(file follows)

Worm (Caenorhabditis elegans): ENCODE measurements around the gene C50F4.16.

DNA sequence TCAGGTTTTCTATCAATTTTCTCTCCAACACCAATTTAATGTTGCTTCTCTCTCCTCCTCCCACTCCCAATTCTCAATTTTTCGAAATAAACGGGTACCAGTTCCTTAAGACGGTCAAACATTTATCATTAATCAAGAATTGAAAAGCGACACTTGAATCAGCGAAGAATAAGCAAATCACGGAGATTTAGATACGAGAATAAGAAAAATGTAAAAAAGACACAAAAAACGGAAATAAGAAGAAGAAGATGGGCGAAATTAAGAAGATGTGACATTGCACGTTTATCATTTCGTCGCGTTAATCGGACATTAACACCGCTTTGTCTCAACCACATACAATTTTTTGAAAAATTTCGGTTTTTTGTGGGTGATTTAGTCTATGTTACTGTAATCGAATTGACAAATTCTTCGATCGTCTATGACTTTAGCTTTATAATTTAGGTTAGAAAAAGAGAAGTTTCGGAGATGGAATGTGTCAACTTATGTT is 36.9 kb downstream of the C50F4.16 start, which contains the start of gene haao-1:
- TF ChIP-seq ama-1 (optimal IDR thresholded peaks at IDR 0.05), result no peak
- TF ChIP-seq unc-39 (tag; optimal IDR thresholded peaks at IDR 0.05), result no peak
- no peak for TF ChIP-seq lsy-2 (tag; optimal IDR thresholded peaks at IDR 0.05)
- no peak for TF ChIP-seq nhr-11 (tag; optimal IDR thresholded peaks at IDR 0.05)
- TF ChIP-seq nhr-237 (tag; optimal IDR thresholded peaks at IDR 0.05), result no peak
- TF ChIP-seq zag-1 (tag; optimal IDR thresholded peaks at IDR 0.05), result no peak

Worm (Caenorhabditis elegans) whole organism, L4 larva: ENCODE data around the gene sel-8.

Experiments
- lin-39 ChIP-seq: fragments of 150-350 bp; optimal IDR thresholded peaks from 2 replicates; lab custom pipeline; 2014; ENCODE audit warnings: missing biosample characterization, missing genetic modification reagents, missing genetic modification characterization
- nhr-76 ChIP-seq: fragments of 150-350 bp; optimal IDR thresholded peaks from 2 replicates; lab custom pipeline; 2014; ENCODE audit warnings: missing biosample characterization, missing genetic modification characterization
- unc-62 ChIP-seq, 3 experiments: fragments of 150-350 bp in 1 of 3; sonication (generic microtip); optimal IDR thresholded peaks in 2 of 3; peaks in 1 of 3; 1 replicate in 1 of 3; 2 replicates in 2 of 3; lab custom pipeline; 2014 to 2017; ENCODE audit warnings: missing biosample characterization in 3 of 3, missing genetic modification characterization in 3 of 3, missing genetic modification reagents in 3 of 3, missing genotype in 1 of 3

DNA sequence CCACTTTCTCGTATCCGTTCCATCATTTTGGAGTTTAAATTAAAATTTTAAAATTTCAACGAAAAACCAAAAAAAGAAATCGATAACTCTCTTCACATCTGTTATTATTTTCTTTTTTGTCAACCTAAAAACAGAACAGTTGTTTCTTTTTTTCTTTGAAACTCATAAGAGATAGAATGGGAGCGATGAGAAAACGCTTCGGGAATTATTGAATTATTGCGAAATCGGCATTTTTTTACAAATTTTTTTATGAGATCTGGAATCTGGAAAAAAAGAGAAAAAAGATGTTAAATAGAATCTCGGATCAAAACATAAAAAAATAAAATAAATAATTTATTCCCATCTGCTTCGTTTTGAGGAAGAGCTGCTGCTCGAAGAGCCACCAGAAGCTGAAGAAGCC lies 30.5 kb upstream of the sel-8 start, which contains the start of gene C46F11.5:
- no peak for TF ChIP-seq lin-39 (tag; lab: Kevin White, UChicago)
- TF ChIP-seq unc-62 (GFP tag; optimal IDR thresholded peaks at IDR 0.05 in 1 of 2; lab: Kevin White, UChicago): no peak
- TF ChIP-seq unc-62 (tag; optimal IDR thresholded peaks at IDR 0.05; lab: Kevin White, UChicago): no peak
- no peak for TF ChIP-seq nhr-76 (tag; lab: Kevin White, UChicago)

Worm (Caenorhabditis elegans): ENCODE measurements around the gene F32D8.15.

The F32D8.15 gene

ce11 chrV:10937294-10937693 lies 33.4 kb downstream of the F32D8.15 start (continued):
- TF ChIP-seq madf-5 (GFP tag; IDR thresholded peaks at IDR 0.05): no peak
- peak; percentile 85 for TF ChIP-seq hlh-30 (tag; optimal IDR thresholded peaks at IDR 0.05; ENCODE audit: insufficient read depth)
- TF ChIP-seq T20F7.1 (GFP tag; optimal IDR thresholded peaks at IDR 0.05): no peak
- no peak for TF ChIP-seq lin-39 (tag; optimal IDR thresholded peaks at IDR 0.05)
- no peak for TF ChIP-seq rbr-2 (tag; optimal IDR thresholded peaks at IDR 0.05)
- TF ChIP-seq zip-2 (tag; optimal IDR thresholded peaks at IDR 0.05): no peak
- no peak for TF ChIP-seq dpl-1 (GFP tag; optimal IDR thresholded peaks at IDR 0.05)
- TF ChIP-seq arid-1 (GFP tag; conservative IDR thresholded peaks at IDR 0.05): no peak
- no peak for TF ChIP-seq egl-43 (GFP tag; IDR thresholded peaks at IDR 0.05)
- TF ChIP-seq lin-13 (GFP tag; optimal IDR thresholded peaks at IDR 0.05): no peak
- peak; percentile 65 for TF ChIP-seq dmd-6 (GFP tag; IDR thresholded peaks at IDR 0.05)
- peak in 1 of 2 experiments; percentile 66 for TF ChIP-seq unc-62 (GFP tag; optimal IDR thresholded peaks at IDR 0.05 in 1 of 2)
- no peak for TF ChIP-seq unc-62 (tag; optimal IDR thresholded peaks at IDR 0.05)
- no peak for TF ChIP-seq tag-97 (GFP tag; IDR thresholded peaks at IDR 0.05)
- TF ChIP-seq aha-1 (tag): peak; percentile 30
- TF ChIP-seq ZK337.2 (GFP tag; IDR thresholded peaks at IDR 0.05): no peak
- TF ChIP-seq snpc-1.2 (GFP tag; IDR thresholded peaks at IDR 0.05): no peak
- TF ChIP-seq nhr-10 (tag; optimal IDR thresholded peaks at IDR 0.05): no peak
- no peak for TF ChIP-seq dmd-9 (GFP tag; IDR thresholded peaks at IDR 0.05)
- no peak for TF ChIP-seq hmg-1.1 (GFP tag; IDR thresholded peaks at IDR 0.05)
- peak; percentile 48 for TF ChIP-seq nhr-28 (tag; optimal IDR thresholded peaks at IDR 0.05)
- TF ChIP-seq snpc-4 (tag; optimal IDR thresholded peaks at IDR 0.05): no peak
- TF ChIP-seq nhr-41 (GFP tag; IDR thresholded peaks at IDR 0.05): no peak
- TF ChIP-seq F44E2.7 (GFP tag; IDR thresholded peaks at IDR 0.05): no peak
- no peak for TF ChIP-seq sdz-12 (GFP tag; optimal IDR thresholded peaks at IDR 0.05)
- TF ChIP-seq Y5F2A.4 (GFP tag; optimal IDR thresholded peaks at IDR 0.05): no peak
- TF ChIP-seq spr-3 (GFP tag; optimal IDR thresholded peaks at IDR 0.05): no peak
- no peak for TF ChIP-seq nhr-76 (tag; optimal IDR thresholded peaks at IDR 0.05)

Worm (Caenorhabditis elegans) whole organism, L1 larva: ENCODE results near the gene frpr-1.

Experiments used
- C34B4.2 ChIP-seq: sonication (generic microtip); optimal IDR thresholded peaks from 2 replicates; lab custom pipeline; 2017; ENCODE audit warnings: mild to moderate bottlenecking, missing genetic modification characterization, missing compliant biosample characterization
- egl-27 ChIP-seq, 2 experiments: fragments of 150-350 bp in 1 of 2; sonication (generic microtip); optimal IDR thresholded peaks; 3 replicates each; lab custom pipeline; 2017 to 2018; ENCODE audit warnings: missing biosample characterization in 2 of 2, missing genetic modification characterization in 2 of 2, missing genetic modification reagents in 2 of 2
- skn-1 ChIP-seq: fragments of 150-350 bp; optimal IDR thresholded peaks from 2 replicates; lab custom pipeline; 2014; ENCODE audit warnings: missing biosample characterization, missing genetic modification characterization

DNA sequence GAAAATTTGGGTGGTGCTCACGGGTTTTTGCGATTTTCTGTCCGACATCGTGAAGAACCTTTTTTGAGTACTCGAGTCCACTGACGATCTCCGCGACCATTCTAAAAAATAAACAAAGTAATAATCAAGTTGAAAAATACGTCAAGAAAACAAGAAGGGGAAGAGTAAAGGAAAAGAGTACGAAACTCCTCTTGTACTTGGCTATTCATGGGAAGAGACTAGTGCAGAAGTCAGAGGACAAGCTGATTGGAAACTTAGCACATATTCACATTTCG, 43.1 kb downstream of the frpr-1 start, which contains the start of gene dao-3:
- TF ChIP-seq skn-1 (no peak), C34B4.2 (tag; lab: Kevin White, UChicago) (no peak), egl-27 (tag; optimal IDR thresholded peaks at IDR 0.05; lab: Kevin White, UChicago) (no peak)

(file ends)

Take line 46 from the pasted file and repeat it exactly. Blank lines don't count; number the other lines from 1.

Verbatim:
- no peak for TF ChIP-seq sdz-12 (GFP tag; optimal IDR thresholded peaks at IDR 0.05)